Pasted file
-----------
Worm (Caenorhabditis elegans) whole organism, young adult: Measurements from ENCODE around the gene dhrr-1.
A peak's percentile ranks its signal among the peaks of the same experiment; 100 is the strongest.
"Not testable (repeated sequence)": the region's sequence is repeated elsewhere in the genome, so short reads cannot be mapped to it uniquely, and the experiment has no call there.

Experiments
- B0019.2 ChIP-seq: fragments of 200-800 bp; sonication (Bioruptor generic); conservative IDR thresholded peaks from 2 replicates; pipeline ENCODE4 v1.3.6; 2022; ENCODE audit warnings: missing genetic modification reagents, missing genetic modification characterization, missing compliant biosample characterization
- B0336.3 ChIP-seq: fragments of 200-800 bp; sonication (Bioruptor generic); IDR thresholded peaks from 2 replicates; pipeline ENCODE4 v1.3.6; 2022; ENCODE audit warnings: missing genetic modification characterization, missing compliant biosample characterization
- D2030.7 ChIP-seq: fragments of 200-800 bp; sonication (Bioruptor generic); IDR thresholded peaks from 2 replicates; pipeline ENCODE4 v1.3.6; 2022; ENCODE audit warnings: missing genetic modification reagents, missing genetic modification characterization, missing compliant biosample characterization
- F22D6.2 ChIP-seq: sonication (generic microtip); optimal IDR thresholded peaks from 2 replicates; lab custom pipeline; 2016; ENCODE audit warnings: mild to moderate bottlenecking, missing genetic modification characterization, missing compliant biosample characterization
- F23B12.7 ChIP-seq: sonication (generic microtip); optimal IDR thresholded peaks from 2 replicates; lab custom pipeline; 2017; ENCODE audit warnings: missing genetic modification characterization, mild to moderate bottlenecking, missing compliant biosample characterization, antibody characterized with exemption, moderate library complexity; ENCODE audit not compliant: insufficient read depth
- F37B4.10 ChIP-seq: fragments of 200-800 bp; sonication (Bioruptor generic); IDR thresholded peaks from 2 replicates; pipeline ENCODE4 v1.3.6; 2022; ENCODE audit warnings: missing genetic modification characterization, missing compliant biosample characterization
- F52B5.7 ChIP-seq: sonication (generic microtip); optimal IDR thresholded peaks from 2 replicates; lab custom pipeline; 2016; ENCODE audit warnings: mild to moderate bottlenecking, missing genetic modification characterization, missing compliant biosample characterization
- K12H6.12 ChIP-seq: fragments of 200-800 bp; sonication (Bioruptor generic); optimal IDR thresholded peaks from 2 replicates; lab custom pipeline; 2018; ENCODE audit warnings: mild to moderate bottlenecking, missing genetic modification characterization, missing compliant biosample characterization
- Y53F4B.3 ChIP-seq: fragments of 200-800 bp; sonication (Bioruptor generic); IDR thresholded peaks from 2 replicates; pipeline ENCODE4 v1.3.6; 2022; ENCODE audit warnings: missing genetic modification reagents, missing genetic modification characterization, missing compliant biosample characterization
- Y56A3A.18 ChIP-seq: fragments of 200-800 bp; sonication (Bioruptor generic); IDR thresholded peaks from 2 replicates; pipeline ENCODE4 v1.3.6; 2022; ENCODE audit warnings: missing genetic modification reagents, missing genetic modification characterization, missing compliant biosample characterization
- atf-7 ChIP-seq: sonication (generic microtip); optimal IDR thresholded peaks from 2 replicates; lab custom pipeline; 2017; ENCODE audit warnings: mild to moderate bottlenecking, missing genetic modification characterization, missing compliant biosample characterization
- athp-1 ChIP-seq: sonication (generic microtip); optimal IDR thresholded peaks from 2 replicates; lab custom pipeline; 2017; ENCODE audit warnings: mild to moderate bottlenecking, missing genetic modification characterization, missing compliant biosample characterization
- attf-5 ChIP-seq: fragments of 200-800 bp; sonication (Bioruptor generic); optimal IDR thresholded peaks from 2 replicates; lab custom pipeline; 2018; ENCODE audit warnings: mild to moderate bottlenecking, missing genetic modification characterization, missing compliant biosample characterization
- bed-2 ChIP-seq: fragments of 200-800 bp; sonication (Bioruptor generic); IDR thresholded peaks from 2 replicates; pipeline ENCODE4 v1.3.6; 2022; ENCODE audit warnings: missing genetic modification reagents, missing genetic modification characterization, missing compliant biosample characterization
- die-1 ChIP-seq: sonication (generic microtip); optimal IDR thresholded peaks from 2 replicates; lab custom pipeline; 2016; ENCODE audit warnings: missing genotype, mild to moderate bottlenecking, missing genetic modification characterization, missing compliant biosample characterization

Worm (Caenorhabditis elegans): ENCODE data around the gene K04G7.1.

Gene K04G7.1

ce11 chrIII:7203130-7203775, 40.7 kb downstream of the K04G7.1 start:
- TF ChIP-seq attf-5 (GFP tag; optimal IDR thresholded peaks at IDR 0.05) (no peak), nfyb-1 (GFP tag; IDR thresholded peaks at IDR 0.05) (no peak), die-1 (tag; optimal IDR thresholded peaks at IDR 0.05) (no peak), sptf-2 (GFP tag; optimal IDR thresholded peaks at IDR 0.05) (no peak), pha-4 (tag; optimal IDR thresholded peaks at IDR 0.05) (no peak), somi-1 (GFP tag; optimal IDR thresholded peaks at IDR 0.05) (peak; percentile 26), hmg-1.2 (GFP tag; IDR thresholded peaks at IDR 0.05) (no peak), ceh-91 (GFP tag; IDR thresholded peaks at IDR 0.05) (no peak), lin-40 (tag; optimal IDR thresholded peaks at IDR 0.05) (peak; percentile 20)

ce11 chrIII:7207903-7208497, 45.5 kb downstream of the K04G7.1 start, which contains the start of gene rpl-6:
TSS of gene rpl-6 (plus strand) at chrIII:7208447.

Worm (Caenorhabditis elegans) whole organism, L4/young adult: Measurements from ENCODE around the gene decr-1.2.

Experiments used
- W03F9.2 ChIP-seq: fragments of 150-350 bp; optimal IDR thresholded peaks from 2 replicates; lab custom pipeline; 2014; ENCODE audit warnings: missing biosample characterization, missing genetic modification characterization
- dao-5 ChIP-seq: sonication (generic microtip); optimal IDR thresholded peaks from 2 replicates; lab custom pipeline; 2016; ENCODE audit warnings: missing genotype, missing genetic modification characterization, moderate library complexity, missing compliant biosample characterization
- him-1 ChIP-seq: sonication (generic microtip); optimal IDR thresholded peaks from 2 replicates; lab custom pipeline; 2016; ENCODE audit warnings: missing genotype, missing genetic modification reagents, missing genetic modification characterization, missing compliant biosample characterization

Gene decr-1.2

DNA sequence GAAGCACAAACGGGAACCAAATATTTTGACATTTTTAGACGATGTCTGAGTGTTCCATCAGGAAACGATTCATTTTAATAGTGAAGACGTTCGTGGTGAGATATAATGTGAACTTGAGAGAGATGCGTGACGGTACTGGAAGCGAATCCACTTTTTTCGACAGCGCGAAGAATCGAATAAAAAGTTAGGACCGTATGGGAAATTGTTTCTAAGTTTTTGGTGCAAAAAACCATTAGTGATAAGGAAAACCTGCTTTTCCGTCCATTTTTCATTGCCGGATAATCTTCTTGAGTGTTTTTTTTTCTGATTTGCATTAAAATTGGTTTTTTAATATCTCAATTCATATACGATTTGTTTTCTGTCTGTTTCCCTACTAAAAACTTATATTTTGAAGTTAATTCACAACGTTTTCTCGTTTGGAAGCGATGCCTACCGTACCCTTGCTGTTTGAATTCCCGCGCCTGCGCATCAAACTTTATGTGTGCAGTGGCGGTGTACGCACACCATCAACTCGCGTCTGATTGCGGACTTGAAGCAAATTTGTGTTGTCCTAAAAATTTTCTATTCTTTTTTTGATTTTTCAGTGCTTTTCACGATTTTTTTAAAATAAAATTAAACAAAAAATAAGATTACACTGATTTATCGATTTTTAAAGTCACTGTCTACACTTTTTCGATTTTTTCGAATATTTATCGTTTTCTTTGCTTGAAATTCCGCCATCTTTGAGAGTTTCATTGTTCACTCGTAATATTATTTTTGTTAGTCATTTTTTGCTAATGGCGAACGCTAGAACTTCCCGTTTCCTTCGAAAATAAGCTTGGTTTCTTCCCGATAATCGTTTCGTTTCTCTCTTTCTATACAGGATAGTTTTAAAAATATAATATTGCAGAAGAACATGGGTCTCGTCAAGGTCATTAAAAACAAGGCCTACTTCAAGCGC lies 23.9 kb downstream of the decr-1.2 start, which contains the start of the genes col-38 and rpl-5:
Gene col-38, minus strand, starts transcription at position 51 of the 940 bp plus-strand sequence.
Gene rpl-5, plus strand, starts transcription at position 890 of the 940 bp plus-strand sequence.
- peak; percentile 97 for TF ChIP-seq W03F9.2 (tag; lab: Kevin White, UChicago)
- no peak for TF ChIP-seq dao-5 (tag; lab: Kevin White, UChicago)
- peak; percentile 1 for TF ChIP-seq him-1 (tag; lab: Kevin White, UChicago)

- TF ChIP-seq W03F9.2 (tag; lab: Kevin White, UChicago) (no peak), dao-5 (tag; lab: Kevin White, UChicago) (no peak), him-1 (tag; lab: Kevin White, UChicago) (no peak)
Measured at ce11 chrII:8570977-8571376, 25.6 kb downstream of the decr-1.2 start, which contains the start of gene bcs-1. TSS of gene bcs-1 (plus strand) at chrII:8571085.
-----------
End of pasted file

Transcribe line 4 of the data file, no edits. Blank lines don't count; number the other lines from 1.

Experiments